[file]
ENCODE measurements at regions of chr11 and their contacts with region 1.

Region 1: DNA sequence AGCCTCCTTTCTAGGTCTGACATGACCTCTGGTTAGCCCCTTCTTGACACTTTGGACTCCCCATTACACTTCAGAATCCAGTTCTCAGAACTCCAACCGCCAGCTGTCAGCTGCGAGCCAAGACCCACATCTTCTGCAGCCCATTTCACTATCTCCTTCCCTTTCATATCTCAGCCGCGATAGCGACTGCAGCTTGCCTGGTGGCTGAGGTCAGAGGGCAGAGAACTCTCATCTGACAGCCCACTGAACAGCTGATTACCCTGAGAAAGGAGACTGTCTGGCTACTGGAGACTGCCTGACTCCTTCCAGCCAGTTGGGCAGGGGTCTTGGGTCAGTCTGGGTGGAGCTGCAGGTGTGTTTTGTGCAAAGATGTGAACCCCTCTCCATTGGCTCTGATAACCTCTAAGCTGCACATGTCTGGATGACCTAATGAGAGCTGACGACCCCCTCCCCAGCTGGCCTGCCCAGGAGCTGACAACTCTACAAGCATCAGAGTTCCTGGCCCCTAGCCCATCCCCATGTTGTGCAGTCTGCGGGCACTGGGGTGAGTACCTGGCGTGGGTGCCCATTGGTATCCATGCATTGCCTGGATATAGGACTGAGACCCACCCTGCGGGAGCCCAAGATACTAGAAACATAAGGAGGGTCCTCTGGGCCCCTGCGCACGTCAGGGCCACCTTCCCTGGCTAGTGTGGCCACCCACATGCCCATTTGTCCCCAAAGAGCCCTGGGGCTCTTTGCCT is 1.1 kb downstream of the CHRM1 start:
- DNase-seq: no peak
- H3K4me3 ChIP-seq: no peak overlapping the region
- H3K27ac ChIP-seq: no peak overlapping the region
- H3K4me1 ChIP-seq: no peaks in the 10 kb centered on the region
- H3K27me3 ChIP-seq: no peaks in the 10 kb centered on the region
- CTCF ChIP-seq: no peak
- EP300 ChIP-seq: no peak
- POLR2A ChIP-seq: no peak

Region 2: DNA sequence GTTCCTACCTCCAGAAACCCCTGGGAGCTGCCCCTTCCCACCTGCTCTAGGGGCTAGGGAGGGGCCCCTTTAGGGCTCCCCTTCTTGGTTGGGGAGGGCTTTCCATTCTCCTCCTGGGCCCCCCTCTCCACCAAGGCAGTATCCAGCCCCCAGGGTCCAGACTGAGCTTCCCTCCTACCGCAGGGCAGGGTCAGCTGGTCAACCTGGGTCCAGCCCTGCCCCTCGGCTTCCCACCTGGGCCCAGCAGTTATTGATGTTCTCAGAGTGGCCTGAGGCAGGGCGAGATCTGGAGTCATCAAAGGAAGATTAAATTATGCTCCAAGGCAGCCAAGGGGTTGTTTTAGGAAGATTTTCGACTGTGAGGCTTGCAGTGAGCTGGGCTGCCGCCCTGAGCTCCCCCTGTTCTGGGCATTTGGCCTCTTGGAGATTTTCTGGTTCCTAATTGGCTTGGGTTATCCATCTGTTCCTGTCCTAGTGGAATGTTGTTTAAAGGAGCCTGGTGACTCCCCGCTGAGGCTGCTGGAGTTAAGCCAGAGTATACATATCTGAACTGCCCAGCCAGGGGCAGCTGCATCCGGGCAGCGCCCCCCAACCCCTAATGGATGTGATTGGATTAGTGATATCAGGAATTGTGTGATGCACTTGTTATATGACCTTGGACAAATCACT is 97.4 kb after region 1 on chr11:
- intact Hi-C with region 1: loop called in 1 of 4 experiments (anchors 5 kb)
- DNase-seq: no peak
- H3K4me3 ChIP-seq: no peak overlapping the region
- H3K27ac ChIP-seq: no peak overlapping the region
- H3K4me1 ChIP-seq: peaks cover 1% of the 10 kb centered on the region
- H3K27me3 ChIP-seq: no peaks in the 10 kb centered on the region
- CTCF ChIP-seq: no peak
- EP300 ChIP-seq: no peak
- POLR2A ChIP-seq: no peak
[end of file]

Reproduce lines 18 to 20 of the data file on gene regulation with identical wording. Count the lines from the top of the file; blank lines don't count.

- CTCF ChIP-seq: no peak
- EP300 ChIP-seq: no peak
- POLR2A ChIP-seq: no peak